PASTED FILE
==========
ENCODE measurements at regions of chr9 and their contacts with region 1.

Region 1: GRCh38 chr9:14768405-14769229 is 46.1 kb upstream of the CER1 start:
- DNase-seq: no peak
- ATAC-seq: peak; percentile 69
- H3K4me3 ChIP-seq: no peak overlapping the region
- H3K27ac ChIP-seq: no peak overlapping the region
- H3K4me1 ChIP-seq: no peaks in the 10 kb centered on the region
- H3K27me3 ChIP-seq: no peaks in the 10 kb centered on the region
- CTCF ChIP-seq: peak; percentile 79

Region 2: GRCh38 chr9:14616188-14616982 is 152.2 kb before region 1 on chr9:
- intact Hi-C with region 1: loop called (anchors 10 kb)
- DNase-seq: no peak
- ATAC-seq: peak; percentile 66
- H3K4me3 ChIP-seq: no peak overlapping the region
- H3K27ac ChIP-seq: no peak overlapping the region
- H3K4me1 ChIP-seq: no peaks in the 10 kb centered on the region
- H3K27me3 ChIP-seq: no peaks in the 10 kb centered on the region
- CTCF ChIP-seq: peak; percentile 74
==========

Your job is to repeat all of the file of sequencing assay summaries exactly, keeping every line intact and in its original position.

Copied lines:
ENCODE measurements at regions of chr9 and their contacts with region 1.

Region 1: GRCh38 chr9:14768405-14769229 is 46.1 kb upstream of the CER1 start:
- DNase-seq: no peak
- ATAC-seq: peak; percentile 69
- H3K4me3 ChIP-seq: no peak overlapping the region
- H3K27ac ChIP-seq: no peak overlapping the region
- H3K4me1 ChIP-seq: no peaks in the 10 kb centered on the region
- H3K27me3 ChIP-seq: no peaks in the 10 kb centered on the region
- CTCF ChIP-seq: peak; percentile 79

Region 2: GRCh38 chr9:14616188-14616982 is 152.2 kb before region 1 on chr9:
- intact Hi-C with region 1: loop called (anchors 10 kb)
- DNase-seq: no peak
- ATAC-seq: peak; percentile 66
- H3K4me3 ChIP-seq: no peak overlapping the region
- H3K27ac ChIP-seq: no peak overlapping the region
- H3K4me1 ChIP-seq: no peaks in the 10 kb centered on the region
- H3K27me3 ChIP-seq: no peaks in the 10 kb centered on the region
- CTCF ChIP-seq: peak; percentile 74